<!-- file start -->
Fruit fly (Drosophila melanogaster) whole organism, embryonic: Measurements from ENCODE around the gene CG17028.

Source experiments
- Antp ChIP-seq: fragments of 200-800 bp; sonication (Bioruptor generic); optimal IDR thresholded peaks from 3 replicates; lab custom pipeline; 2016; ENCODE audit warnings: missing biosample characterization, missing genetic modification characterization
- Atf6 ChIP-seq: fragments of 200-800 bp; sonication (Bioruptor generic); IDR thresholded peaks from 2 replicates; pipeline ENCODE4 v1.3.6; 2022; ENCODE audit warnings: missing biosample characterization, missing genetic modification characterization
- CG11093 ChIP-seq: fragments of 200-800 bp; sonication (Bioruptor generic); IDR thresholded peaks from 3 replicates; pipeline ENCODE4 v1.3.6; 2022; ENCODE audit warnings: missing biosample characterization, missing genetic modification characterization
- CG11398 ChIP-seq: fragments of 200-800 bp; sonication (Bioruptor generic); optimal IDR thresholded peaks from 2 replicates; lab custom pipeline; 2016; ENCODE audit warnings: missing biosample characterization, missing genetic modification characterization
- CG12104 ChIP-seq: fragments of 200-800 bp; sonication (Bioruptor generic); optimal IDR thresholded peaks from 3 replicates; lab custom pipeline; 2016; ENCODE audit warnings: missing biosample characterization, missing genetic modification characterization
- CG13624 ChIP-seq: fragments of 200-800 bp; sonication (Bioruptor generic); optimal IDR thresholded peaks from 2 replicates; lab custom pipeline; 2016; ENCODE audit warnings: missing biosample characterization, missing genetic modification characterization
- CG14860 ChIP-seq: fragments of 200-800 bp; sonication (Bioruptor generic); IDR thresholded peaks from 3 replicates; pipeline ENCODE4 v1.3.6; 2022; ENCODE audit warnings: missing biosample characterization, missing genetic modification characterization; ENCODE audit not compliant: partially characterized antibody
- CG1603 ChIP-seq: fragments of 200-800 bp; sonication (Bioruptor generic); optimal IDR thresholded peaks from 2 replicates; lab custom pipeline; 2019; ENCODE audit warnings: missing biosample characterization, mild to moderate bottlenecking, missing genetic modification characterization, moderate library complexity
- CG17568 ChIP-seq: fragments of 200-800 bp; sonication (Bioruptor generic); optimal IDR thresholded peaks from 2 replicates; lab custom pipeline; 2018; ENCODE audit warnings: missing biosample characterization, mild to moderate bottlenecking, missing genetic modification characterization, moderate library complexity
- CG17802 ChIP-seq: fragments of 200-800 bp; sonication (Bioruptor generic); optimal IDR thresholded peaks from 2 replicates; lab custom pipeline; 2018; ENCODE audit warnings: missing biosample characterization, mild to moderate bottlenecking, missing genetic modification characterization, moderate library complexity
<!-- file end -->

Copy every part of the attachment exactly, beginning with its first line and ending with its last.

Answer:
Fruit fly (Drosophila melanogaster) whole organism, embryonic: Measurements from ENCODE around the gene CG17028.

Source experiments
- Antp ChIP-seq: fragments of 200-800 bp; sonication (Bioruptor generic); optimal IDR thresholded peaks from 3 replicates; lab custom pipeline; 2016; ENCODE audit warnings: missing biosample characterization, missing genetic modification characterization
- Atf6 ChIP-seq: fragments of 200-800 bp; sonication (Bioruptor generic); IDR thresholded peaks from 2 replicates; pipeline ENCODE4 v1.3.6; 2022; ENCODE audit warnings: missing biosample characterization, missing genetic modification characterization
- CG11093 ChIP-seq: fragments of 200-800 bp; sonication (Bioruptor generic); IDR thresholded peaks from 3 replicates; pipeline ENCODE4 v1.3.6; 2022; ENCODE audit warnings: missing biosample characterization, missing genetic modification characterization
- CG11398 ChIP-seq: fragments of 200-800 bp; sonication (Bioruptor generic); optimal IDR thresholded peaks from 2 replicates; lab custom pipeline; 2016; ENCODE audit warnings: missing biosample characterization, missing genetic modification characterization
- CG12104 ChIP-seq: fragments of 200-800 bp; sonication (Bioruptor generic); optimal IDR thresholded peaks from 3 replicates; lab custom pipeline; 2016; ENCODE audit warnings: missing biosample characterization, missing genetic modification characterization
- CG13624 ChIP-seq: fragments of 200-800 bp; sonication (Bioruptor generic); optimal IDR thresholded peaks from 2 replicates; lab custom pipeline; 2016; ENCODE audit warnings: missing biosample characterization, missing genetic modification characterization
- CG14860 ChIP-seq: fragments of 200-800 bp; sonication (Bioruptor generic); IDR thresholded peaks from 3 replicates; pipeline ENCODE4 v1.3.6; 2022; ENCODE audit warnings: missing biosample characterization, missing genetic modification characterization; ENCODE audit not compliant: partially characterized antibody
- CG1603 ChIP-seq: fragments of 200-800 bp; sonication (Bioruptor generic); optimal IDR thresholded peaks from 2 replicates; lab custom pipeline; 2019; ENCODE audit warnings: missing biosample characterization, mild to moderate bottlenecking, missing genetic modification characterization, moderate library complexity
- CG17568 ChIP-seq: fragments of 200-800 bp; sonication (Bioruptor generic); optimal IDR thresholded peaks from 2 replicates; lab custom pipeline; 2018; ENCODE audit warnings: missing biosample characterization, mild to moderate bottlenecking, missing genetic modification characterization, moderate library complexity
- CG17802 ChIP-seq: fragments of 200-800 bp; sonication (Bioruptor generic); optimal IDR thresholded peaks from 2 replicates; lab custom pipeline; 2018; ENCODE audit warnings: missing biosample characterization, mild to moderate bottlenecking, missing genetic modification characterization, moderate library complexity